Adult child of an addict looks out a window

How to Find Healing as an Adult Child of an Addict


Sober Recovery Expert Author

Adult child of an addict looks out a window

You can imagine how my childhood was like born to a heroin addict and raised in a family filled with the disease of addiction. Or, maybe you can’t. Physically, I was well provided for. In fact, I had more than most, materialistically speaking, but emotionally I was completely neglected and deprived.

What most of the world doesn’t seem to know is that, regardless of monetary capabilities, children need love and acceptance and the sense of belonging and emotional security that comes with those two things. Without unconditional love and emotional support, children don’t grow up. Sure, they will grow taller and older, but they will be stunted as far as emotional development goes.

Children need love and acceptance and the sense of belonging and emotional security that comes with those two things.

This is the very reason children of addicts are eventually referred to as adult children rather than simply adults.

Me, the Adult Child

In my personal experience of being an adult child, it was like an ever-increasing weight of the world was pressing down on me and I had the overwhelming burden of carrying a heavy heart. The pain was unbearable and there was no one who could intervene and rescue me. In fact, I rotated in and out of dysfunctional roles and often found myself playing the hero by getting good grades, participating in extracurricular activities, going to church, etc.

Still, the baggage my dysfunctional family had passed down to me was like a ball and chain.

I knew that if I was to survive and thrive, I had to face a choice: to check out and take the baggage into the next life or stay put and sort through it. Thankfully, when my rock bottom came, I chose the latter.

The process of shedding emotional baggage was no short episode for me. Just as it took years to build up before I finally did something about it, it took years to shed. What helped me through it was a 3-step process that led me to the other side of healing. Hopefully, these steps will also help you begin the process and shed the weight of the world and the heaviness that surrounds your heart.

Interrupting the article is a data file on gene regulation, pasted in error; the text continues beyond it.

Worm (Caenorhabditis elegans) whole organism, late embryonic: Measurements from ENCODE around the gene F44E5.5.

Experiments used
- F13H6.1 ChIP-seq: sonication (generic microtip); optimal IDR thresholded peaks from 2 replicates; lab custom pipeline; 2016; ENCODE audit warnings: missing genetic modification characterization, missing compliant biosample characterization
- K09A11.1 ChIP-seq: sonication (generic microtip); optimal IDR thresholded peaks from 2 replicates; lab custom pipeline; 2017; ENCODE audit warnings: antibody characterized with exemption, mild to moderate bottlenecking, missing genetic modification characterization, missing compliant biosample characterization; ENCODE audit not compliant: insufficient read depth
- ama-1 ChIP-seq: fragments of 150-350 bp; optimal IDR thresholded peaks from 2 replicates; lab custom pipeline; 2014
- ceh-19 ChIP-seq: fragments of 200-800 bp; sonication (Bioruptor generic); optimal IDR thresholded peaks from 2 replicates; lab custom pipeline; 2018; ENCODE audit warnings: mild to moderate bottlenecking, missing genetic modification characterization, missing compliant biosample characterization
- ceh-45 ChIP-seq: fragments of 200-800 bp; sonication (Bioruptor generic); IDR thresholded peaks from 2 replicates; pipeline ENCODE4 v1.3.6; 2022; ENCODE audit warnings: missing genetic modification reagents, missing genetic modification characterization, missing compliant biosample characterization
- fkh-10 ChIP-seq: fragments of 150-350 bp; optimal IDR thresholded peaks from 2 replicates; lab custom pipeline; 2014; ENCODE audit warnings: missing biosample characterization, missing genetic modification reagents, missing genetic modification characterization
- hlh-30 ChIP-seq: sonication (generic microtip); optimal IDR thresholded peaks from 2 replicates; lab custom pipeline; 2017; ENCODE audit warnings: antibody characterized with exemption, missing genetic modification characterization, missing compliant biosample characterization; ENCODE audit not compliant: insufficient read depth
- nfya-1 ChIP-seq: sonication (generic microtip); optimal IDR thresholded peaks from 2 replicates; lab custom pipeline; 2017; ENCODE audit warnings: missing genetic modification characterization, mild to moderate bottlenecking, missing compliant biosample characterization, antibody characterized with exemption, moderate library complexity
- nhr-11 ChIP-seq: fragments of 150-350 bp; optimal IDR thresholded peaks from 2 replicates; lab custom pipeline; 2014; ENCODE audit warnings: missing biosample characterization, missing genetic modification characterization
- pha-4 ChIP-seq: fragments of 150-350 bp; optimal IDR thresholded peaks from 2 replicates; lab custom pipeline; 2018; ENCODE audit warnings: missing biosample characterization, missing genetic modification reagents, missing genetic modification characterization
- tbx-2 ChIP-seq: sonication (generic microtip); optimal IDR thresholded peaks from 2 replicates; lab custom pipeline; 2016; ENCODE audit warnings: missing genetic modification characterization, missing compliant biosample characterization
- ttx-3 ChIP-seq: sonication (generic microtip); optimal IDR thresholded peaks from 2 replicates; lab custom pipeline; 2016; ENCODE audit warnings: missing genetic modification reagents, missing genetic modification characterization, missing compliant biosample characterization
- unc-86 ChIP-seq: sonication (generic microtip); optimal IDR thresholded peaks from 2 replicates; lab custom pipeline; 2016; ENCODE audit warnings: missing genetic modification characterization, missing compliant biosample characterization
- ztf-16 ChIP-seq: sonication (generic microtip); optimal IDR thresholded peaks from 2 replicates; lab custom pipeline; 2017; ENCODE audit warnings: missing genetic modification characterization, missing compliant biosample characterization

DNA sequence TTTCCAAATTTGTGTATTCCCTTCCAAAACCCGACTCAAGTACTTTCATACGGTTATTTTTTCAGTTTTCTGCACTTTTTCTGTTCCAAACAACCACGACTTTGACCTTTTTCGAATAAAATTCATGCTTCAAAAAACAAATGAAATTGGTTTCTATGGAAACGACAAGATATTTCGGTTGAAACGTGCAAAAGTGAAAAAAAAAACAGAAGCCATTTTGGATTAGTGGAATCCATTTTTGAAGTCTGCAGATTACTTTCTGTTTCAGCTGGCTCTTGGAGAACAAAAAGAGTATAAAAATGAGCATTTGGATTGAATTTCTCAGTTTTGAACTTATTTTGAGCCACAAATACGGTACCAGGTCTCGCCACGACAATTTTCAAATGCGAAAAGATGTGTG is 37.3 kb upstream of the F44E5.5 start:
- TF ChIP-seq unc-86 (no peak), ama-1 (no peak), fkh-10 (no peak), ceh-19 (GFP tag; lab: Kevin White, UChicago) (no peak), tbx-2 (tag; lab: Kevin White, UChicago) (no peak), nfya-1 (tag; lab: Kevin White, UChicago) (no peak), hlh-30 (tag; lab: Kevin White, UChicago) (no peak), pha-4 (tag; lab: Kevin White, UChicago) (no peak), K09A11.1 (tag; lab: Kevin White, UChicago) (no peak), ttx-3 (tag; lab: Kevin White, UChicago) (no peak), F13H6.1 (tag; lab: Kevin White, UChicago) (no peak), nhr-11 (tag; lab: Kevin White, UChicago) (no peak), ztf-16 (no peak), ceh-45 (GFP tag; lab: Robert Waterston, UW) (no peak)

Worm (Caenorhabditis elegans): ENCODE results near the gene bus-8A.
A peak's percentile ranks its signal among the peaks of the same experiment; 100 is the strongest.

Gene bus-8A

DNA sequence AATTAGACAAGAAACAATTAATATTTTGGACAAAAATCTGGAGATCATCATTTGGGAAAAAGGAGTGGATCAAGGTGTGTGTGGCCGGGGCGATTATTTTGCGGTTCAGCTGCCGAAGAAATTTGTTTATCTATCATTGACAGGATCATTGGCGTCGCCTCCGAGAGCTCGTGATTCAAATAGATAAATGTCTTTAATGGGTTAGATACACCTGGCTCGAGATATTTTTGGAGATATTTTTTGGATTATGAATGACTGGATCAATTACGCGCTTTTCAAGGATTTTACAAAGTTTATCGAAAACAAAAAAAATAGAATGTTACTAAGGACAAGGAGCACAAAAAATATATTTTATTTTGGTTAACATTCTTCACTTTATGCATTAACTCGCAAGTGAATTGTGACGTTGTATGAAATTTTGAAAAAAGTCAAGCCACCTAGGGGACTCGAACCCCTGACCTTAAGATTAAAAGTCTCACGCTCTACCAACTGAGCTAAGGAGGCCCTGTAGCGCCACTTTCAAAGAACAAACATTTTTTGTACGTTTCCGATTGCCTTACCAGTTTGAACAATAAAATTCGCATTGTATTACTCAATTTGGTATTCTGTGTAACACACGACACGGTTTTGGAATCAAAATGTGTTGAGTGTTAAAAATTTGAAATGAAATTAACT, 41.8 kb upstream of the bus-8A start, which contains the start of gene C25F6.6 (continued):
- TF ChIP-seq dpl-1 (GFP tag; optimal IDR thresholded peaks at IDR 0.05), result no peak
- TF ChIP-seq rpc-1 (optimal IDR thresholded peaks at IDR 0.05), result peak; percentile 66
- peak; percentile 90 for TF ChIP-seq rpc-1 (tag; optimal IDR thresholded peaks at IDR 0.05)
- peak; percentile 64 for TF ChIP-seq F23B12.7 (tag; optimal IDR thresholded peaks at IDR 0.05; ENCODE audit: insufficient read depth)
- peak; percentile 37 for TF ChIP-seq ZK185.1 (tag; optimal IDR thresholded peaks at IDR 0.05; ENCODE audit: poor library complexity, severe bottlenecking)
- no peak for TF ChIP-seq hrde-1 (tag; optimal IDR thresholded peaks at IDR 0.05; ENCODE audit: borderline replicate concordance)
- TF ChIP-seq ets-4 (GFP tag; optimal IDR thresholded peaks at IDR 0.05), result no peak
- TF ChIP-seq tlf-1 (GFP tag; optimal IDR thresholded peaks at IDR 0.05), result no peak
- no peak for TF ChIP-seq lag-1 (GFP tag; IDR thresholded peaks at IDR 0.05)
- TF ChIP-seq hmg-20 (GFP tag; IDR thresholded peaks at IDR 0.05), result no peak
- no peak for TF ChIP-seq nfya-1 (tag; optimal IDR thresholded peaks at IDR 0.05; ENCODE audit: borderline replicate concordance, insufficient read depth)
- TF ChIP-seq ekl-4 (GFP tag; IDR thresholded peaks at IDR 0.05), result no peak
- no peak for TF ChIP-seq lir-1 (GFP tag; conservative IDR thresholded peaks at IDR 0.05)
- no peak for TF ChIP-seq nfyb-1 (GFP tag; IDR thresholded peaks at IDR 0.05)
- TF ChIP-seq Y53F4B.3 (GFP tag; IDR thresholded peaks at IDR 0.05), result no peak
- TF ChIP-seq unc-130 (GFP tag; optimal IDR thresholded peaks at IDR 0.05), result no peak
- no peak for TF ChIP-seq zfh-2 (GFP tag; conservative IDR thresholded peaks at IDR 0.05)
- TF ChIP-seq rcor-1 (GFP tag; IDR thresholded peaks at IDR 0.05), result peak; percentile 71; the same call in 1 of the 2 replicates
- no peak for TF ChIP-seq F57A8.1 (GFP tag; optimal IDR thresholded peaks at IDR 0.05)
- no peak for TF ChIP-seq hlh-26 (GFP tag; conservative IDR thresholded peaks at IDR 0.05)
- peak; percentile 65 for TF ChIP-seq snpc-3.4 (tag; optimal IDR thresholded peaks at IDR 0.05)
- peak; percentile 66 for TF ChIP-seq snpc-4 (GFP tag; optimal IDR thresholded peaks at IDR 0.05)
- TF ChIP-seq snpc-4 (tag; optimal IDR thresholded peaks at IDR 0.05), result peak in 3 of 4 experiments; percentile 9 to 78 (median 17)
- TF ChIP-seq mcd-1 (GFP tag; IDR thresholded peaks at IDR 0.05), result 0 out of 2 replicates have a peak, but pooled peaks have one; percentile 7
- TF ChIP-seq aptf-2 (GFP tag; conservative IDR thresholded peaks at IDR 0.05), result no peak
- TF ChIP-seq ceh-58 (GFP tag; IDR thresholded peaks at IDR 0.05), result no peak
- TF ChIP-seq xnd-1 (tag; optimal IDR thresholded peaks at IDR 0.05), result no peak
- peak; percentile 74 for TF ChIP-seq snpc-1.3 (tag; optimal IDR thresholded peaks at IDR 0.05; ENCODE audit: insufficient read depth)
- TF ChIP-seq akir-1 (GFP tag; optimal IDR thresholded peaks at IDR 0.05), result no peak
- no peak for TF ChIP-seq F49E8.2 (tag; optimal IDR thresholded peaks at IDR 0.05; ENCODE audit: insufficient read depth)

1. Face the pain.

The first thing I had to do was confront the darkness I lived in for so long. I had tried everything to escape from it, even often considering suicide. Yet, it still remained. And avoiding it only seemed to worsen and prolong things.

So, I sought therapy and spent several years dealing with my painful past. Sorting through the baggage with the help of a trained professional was the best and, honestly, most terrifying thing I ever chose to do. I am alive today because of this vital step.

2. Love yourself.

During my counseling sessions, I was learning to love myself. It was obviously a significant part of healing and emotional recovery. And, though I had already taken the most important step toward loving myself by seeking help in the first place, I still had a long journey of learning forgiveness, unconditional love and acceptance ahead of me.

However, I realized that without loving myself, there is no change in a successful recovery from anything.

3. Reawaken the spirit.

The final step I had to take was to reawaken my spirit which had been all but destroyed and certainly remained in hiding for fear of being annihilated. The experience of facing my pain and learning to love myself, completely and unconditionally, is what led me to the spirit within me.

Once I rediscovered myself and the spirit within, I began listening to and trusting my intuition, my spirit, and speaking my truth and sharing my story without fear of reprisals. That experience of reawakening is what lifts me today, keeps me from being weighed down or anchored in the past.

The culmination of these three steps leaves me free of the burden of my family’s choices. As a result, today, I walk with a sense of light I only experienced in fleeting, magical moments, as a child.

If you or someone you know is seeking professional help, please visit our directory of counselors and therapists or call 800-772-8219 to start the path to recovery today.

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